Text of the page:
How to Frag the Very Dense Branches of Large Stylophora | Reef Builders

How to Frag the Very Dense Branches of Large Stylophora | Reef Builders

The Milka Stylophora is one of the most legendary corals in the reef aquarium hobby, and as far as we know the only stony coral strain from the mythical waters of the Red Sea. This purple polyped, yellow tipped Stylophora pistillata has been around the aquarium hobby for over 35 years, long enough to be grown, propagated and distributed with people forgetting its incredible pedigree. 

But this article isn’t a recap of how this very rare coral became conquered the globe, but a tip for managing the wildfire growth that seems to outpace almost every SPS coral we’ve ever kept. It’s an incredible blessing that the Milka Stylo is such a fast grower under nearly all kinds of conditions, but its closely spaced branches and dense skeleton can become quite a hog for the precious elements we try to keep balanced in out reef tanks. 

Grown under optimal conditions of high light and good water flow the super dense branches of Stylophora corals, and especially the Milka variety, can easily become so dense as to be impractical to frag using typical bone cutters. We’ve known some reefers to try and saw their way through the skeleton of Stylos that is almost as hard as ceramic but this is simply not a great solution for cutting an overgrown Milka Stylo down to size, but there is a trick to doing exactly that!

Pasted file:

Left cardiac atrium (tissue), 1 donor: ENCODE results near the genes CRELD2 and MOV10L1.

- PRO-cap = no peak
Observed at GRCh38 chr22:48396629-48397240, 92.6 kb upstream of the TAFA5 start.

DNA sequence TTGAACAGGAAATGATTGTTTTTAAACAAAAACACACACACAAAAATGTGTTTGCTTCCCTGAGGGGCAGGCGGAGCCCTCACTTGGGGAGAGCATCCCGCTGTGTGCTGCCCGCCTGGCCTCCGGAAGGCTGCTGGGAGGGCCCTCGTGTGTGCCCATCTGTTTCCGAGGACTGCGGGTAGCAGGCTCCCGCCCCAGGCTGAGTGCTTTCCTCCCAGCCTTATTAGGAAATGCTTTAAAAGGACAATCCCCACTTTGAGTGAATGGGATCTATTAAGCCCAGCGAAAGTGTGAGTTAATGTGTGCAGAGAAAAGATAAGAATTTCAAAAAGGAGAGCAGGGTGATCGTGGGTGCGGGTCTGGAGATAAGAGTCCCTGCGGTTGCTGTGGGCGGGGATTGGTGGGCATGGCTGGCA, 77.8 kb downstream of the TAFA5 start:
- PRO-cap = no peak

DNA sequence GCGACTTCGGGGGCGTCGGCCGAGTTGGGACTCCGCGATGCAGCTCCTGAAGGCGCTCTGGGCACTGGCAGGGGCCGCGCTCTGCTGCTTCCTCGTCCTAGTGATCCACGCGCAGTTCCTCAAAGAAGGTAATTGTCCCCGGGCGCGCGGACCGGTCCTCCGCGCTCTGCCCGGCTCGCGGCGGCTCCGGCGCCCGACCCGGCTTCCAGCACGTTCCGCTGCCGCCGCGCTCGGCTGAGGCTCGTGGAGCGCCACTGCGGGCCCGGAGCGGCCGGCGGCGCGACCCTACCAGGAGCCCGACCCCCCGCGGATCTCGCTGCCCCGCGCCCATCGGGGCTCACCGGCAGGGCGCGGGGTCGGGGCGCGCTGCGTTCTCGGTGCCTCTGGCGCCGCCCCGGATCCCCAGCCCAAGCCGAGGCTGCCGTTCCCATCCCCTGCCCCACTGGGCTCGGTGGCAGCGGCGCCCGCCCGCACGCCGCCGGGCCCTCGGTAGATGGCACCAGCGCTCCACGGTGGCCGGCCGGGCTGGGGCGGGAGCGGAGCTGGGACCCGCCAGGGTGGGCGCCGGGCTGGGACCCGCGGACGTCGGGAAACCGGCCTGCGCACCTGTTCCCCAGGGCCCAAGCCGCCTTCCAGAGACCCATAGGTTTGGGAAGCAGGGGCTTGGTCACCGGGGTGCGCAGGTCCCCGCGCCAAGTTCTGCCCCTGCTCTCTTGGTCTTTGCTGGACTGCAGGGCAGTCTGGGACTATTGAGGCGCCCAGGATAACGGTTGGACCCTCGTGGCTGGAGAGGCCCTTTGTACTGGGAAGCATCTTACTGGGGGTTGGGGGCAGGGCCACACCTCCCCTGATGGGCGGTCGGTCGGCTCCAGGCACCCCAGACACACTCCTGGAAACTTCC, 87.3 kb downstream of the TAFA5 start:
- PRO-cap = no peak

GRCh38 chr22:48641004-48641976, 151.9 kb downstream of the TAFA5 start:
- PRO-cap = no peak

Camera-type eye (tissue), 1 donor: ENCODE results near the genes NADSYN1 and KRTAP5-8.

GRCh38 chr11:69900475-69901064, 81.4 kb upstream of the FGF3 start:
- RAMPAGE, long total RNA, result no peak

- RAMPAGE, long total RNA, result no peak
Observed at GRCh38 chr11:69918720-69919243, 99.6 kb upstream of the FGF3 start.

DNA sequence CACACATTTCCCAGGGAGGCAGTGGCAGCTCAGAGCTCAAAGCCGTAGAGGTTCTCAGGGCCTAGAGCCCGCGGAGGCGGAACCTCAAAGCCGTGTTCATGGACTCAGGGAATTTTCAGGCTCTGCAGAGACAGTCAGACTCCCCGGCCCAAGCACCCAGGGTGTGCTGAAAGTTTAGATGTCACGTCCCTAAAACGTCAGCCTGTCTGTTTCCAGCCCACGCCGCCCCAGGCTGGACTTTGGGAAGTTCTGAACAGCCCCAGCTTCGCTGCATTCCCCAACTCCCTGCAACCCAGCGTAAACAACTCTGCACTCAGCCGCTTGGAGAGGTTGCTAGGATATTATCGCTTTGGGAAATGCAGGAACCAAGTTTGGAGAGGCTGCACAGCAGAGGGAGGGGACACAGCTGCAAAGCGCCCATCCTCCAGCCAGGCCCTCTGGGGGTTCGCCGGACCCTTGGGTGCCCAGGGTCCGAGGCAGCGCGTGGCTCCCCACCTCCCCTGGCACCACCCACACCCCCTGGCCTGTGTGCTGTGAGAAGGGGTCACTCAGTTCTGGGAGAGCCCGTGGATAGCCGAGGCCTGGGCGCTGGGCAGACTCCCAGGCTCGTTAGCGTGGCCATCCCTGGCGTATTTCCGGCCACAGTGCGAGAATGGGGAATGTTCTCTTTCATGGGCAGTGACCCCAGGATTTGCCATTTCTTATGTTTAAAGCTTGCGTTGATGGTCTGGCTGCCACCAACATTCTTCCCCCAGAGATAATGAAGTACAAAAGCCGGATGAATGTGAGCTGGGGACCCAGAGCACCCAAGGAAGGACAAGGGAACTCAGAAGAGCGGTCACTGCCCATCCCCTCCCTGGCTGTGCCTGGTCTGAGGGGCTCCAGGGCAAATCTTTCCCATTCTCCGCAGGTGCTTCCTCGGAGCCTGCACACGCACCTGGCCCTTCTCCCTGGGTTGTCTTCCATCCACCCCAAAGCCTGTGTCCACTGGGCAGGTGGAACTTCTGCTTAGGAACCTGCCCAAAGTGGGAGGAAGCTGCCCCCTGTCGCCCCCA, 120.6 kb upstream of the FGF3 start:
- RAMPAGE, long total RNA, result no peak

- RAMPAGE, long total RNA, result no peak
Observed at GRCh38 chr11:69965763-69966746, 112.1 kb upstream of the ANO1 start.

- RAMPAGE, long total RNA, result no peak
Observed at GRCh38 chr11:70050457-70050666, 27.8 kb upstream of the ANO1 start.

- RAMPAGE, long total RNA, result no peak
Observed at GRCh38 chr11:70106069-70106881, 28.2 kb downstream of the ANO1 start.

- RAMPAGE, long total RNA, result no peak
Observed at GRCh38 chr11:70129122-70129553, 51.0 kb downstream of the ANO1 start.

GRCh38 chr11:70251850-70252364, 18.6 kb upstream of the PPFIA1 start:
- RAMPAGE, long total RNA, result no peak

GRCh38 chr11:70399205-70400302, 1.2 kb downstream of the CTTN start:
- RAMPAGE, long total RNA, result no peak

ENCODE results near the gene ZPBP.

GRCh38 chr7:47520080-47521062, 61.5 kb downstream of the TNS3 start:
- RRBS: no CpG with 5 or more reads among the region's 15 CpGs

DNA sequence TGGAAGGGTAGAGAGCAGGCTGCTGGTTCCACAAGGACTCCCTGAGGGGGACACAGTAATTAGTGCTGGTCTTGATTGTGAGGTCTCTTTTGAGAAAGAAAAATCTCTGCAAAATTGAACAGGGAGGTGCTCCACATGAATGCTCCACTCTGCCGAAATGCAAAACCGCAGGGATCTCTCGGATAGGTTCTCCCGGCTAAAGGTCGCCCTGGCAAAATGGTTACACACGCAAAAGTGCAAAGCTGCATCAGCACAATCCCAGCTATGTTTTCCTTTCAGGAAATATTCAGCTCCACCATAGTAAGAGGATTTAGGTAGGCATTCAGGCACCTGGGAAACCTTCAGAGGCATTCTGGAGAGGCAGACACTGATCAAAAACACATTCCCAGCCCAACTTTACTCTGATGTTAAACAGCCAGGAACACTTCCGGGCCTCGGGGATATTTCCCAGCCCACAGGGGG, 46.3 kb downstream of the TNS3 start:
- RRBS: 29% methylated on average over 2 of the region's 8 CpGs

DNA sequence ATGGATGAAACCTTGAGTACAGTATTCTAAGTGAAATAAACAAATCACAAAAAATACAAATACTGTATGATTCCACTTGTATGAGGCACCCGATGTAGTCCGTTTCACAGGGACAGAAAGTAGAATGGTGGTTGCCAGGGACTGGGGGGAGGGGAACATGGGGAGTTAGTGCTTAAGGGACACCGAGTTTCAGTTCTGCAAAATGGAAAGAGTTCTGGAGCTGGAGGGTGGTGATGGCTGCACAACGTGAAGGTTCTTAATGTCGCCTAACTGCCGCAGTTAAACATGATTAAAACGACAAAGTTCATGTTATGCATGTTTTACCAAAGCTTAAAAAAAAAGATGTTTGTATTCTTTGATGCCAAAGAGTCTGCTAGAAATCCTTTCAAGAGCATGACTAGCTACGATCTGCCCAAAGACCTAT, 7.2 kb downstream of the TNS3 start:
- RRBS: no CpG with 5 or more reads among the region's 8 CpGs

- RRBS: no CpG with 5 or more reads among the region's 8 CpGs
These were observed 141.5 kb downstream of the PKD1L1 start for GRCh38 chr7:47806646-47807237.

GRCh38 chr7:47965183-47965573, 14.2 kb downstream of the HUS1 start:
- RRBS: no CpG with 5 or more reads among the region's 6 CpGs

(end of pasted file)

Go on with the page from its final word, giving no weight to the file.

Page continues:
Yesterday we participated in some heavy handed pruning of Evan Montgomery’s SPS coral-packed reef tank which includes one colony of Milka Stylo that had grown completely out of control. Instead of using bone cutters or a small hacksaw we decided to use the density of the skeleton against it, employing a small hammer to gently fracture the branches from the main coral colony.

This hammering technique worked so well that we made short work of removing more than 50% of the coral’s mass in a matter of mere minutes. Surely we’re not the first to fragment a coral using a literal hammer but now that the Milka Stylo is much more common and growing into large colonies in more reef tanks than ever before, we thought this would be a handy tip to share with reefers who need to keep this awesome purple SPS coral in check, especially for large colonies that would be hard to remove from the displays in which the Milka Stylo is grown. 

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